Introduce yourself and set expectations

Begin by introducing yourself by saying this or something similar to it:

Hello! My name is ___, my pronouns are ___, and my role at 18F is ___. In a nutshell, 18F is a digital consultancy and we work with our clients, who we call our partners, to develop and modernize technologies in service of the American public.

Thank you for taking the time to speak with me today! The purpose of this call is to make sure we’re on the same page about what 18F is and what the Consulting Software Engineer role entails, to ask a few questions to get to know you and your experience better, and to answer any questions that you may have.

I’ll lead the conversation for about 45 minutes, and then hand the conversation off to you to answer any questions that you might have for the remaining 15 minutes.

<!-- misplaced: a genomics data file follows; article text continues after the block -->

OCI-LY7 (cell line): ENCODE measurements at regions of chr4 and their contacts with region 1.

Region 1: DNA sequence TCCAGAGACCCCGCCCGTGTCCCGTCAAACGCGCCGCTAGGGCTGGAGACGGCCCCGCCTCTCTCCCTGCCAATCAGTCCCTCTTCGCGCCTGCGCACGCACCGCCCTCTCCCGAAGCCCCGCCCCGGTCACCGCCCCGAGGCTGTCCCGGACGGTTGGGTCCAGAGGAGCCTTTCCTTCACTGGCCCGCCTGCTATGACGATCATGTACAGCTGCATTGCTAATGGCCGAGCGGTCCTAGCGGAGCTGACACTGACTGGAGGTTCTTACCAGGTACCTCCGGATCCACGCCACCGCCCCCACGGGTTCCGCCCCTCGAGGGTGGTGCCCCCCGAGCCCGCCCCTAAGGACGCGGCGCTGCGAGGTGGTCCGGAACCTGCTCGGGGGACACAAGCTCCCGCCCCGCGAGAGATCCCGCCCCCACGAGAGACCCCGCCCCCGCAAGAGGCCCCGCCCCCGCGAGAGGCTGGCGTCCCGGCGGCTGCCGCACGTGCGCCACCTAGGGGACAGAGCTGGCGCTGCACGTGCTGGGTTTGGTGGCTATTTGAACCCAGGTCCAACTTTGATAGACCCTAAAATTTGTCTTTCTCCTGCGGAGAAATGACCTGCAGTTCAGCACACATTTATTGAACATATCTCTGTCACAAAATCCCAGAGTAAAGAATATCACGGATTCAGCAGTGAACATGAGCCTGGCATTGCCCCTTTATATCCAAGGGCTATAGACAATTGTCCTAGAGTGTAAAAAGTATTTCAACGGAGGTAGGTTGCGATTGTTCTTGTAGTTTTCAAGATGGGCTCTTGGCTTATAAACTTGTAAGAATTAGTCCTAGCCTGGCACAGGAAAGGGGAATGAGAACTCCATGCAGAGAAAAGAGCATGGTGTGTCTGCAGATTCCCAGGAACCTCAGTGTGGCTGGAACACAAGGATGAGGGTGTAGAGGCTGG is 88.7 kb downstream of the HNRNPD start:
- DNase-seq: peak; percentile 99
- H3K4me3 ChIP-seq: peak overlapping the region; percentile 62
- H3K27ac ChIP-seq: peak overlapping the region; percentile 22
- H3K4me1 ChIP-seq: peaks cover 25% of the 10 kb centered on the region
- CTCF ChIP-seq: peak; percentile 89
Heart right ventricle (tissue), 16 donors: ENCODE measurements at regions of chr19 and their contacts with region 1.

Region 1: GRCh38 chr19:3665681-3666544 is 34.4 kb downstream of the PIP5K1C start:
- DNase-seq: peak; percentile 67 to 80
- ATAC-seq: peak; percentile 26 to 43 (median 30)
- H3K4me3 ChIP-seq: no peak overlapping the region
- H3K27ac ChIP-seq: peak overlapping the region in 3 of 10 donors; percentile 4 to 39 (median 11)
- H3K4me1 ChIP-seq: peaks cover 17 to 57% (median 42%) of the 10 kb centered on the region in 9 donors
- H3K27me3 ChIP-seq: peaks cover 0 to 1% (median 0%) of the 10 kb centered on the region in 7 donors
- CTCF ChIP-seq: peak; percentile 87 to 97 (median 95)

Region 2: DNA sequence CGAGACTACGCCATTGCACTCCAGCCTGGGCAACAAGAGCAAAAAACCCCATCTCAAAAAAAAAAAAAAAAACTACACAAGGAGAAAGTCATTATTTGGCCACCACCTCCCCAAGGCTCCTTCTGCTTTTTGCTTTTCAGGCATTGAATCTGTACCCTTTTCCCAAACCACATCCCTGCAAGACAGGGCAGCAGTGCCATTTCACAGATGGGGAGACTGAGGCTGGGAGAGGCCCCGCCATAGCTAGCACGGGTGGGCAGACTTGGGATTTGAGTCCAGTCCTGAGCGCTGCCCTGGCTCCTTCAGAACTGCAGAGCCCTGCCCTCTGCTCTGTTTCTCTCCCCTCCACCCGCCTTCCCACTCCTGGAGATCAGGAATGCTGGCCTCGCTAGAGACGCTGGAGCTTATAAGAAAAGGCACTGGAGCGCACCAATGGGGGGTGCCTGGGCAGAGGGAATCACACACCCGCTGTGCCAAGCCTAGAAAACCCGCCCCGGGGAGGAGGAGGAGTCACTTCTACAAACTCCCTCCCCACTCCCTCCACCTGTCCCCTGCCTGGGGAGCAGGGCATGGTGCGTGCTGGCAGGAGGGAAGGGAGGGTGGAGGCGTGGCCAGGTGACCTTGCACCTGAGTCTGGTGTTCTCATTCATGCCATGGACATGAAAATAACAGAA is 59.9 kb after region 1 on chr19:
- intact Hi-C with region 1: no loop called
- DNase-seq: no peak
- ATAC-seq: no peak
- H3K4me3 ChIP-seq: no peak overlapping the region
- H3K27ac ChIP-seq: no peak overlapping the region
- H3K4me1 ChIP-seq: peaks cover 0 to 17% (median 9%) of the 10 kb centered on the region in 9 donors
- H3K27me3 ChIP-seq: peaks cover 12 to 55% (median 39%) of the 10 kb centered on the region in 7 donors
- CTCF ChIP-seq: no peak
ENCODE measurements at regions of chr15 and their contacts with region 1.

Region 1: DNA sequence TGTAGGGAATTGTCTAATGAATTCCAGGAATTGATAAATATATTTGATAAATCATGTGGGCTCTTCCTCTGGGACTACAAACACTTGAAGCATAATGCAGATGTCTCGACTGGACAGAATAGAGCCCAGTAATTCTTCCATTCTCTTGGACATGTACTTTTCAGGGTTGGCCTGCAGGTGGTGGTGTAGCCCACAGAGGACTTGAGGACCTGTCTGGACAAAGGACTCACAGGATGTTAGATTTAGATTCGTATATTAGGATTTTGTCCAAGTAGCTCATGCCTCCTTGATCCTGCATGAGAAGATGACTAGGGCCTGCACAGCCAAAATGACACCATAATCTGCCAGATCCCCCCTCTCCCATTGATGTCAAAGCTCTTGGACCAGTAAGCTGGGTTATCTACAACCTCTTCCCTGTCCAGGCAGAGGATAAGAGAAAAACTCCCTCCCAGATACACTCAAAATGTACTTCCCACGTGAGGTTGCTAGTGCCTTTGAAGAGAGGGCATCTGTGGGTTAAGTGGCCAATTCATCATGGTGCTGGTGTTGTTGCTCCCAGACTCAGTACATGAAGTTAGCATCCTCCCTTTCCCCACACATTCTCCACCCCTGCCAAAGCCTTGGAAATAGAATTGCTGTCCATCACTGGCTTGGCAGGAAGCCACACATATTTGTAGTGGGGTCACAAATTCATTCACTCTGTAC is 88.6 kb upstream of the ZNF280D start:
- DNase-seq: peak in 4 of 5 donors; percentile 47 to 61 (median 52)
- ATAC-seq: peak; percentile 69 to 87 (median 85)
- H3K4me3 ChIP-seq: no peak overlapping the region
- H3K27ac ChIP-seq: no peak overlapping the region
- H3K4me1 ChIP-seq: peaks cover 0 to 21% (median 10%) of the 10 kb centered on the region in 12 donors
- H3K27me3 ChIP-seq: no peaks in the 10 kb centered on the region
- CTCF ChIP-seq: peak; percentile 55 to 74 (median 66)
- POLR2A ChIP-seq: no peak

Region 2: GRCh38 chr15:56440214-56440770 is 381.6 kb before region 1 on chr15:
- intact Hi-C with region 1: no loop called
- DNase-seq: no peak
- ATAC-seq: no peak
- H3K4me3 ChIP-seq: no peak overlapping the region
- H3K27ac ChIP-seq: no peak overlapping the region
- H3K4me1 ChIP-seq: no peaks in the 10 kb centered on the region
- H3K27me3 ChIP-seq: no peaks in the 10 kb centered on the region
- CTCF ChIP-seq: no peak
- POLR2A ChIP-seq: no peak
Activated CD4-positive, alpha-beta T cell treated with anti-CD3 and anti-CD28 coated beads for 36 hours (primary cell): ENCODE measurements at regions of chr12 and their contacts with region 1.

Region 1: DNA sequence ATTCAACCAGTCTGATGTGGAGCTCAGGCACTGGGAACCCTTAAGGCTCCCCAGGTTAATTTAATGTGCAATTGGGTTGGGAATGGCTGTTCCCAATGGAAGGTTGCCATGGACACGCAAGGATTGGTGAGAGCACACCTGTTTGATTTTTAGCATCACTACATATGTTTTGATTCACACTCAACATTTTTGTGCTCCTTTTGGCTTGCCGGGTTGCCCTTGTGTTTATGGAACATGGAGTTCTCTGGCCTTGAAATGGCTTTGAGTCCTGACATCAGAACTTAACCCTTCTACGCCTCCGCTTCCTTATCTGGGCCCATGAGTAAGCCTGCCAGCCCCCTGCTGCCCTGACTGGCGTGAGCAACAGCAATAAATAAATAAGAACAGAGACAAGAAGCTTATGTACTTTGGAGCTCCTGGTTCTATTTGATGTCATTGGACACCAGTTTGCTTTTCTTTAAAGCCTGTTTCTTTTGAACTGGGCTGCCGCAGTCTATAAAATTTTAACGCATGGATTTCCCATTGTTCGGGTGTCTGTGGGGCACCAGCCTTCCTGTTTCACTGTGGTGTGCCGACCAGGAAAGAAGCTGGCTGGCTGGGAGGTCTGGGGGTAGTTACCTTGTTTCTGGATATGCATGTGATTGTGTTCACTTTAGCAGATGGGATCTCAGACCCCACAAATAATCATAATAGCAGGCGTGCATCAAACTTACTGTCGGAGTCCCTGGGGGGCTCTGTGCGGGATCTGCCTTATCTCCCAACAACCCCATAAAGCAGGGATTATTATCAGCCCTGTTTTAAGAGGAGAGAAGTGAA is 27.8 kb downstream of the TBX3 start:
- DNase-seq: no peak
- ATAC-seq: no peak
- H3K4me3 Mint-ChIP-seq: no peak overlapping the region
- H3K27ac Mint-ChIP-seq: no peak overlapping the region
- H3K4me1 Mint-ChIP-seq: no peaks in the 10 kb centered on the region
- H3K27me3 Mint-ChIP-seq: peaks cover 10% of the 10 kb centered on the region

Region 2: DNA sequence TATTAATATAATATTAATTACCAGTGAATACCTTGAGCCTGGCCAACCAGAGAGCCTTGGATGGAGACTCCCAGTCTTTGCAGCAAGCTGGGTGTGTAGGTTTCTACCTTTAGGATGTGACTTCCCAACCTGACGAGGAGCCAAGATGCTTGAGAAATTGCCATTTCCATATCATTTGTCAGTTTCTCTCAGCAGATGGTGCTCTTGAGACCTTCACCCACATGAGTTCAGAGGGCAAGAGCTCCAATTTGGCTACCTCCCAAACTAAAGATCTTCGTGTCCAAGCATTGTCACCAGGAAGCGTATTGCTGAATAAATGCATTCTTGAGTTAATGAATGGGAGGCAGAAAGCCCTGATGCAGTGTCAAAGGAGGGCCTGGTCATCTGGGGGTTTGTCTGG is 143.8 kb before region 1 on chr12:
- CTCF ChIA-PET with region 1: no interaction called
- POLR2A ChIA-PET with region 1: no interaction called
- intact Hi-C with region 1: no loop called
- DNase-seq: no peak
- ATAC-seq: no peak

I’m excited that you’re here — are you ready to get started?

Discuss the candidate’s career history and path

Give the candidate space to tell their story, so we can hear how they view themselves and where they are heading in their career.

  • “Tell me your professional story.”
    • “Tell me about a few of your recent projects.”
  • “What got you interested in 18F?”
  • “What are you looking for in your next ideal role, and what things are most important for you?”

Describe the role and ask for their experience

Reinforce information from the job post and gauge the candidate’s level of comfort, while learning how their experience applies to these areas.